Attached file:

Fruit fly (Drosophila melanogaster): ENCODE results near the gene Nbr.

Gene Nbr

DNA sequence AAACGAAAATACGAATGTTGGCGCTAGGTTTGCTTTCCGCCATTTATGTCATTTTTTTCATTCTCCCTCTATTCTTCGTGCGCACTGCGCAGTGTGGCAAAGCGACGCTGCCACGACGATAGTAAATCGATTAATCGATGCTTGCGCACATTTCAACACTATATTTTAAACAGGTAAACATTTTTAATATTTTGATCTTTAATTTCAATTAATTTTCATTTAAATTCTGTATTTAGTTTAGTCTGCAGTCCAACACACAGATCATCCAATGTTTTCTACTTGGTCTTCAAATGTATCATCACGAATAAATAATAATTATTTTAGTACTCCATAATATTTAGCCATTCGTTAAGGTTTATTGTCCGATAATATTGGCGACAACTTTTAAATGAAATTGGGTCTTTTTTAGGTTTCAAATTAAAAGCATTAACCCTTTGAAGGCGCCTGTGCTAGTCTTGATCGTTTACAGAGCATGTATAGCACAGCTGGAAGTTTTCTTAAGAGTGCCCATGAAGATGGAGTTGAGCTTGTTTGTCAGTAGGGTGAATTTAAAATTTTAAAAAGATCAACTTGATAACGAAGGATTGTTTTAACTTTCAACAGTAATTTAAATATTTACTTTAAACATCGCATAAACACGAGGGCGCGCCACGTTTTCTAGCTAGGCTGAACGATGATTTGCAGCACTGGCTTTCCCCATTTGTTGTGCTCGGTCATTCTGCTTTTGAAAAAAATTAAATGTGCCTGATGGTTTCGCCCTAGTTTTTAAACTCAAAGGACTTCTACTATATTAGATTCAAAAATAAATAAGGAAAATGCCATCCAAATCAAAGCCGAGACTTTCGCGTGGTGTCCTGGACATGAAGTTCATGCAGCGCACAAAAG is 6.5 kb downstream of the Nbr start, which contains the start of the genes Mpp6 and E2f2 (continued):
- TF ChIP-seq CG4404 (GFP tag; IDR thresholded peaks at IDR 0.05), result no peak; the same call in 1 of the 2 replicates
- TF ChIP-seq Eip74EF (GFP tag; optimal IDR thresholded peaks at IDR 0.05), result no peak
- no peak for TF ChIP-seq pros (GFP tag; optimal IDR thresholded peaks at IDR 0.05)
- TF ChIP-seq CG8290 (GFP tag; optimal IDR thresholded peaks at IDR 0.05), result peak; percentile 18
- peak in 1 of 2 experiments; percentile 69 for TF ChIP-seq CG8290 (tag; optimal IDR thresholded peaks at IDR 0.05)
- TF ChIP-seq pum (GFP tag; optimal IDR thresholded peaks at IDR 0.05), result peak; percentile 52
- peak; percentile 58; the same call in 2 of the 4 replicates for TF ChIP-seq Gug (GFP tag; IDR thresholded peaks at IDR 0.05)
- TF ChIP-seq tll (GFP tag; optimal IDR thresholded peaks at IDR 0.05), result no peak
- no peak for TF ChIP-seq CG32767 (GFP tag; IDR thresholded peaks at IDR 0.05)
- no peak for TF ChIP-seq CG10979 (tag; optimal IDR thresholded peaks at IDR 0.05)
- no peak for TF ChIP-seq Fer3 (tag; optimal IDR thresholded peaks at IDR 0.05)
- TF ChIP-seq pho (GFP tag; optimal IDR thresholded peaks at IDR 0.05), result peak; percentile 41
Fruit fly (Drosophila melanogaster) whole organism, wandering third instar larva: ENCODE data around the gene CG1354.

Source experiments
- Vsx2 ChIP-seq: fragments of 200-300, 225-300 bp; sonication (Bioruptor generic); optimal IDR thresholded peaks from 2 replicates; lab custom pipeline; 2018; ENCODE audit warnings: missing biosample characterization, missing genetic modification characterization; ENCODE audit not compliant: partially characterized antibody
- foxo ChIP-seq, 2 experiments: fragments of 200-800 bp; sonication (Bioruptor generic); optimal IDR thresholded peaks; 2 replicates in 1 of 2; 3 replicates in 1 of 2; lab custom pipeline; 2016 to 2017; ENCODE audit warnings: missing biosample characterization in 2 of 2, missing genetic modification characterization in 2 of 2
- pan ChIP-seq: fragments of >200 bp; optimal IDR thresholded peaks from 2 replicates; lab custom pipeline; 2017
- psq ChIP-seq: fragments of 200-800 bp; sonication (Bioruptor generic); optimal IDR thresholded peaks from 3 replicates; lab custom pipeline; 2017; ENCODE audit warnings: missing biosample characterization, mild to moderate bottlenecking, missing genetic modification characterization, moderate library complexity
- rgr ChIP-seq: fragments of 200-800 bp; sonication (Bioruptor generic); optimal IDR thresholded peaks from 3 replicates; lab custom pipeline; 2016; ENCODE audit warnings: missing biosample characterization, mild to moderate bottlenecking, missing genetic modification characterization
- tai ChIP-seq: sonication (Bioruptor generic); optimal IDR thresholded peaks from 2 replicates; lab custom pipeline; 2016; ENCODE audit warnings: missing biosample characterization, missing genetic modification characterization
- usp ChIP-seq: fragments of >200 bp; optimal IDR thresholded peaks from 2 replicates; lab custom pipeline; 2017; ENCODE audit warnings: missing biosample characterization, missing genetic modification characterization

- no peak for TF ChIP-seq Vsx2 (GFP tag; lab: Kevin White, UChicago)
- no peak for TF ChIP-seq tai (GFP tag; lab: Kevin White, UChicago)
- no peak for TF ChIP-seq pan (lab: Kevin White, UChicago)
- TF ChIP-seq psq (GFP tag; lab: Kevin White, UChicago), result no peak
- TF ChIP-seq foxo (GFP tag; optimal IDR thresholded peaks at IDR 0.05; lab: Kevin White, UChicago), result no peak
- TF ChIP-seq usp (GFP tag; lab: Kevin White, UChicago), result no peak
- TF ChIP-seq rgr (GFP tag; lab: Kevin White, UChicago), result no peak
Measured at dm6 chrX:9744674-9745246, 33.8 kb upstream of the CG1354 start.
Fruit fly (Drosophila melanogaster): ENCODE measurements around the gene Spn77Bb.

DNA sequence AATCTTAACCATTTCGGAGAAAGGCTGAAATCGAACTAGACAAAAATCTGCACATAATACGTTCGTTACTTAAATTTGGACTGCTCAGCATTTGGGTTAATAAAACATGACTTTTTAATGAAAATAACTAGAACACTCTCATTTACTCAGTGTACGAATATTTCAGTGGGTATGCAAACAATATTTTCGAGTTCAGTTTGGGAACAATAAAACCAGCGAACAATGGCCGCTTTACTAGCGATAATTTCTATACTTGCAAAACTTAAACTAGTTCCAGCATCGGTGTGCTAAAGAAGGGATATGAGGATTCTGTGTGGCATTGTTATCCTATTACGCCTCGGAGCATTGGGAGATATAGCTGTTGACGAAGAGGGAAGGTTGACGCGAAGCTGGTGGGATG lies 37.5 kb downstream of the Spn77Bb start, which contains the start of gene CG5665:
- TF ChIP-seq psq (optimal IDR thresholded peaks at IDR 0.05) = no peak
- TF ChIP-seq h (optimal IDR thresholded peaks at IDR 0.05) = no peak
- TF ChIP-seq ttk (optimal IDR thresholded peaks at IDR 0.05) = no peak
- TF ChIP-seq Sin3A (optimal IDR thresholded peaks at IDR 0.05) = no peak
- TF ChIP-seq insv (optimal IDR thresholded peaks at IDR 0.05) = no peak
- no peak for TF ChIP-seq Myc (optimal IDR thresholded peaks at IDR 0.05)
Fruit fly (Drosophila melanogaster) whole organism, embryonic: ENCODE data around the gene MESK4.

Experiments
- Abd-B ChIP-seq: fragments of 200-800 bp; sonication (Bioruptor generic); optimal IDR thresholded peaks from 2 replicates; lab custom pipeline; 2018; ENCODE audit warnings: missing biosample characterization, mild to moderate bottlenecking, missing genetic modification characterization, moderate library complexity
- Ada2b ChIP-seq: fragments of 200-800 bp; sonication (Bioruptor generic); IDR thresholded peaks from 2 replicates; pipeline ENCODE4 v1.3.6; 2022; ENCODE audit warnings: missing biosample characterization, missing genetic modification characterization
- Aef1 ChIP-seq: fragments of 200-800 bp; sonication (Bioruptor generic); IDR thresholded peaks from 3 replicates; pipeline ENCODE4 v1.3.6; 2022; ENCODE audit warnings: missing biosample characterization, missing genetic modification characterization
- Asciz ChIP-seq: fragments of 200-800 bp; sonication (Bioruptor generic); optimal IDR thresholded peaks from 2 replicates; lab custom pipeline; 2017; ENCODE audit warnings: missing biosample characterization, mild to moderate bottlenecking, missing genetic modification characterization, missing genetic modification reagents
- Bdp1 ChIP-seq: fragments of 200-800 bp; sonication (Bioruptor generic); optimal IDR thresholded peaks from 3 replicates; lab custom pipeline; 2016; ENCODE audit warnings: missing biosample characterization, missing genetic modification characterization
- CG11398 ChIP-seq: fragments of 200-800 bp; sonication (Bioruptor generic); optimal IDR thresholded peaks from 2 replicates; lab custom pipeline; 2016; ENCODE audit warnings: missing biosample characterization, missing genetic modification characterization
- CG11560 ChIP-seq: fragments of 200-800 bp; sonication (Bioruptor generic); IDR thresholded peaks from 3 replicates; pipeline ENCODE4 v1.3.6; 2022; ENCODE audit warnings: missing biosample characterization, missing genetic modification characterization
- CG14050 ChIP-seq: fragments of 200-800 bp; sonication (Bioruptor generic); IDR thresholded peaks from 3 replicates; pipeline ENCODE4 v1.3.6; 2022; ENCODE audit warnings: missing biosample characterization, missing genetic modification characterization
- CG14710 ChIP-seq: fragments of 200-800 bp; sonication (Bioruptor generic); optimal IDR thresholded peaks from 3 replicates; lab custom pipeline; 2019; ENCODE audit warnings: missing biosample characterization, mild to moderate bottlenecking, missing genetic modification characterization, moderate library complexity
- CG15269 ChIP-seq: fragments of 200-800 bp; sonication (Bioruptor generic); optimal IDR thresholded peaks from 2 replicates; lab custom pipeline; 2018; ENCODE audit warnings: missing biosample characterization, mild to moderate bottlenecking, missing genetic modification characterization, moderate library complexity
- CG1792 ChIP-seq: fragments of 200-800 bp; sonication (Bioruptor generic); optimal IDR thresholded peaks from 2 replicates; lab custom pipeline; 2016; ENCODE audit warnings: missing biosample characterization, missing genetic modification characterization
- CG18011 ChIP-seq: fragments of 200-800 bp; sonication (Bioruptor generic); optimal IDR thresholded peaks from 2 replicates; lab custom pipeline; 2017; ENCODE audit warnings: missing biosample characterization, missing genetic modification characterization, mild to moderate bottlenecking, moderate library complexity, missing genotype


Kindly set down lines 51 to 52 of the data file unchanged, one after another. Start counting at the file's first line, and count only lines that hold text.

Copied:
- CG14710 ChIP-seq: fragments of 200-800 bp; sonication (Bioruptor generic); optimal IDR thresholded peaks from 3 replicates; lab custom pipeline; 2019; ENCODE audit warnings: missing biosample characterization, mild to moderate bottlenecking, missing genetic modification characterization, moderate library complexity
- CG15269 ChIP-seq: fragments of 200-800 bp; sonication (Bioruptor generic); optimal IDR thresholded peaks from 2 replicates; lab custom pipeline; 2018; ENCODE audit warnings: missing biosample characterization, mild to moderate bottlenecking, missing genetic modification characterization, moderate library complexity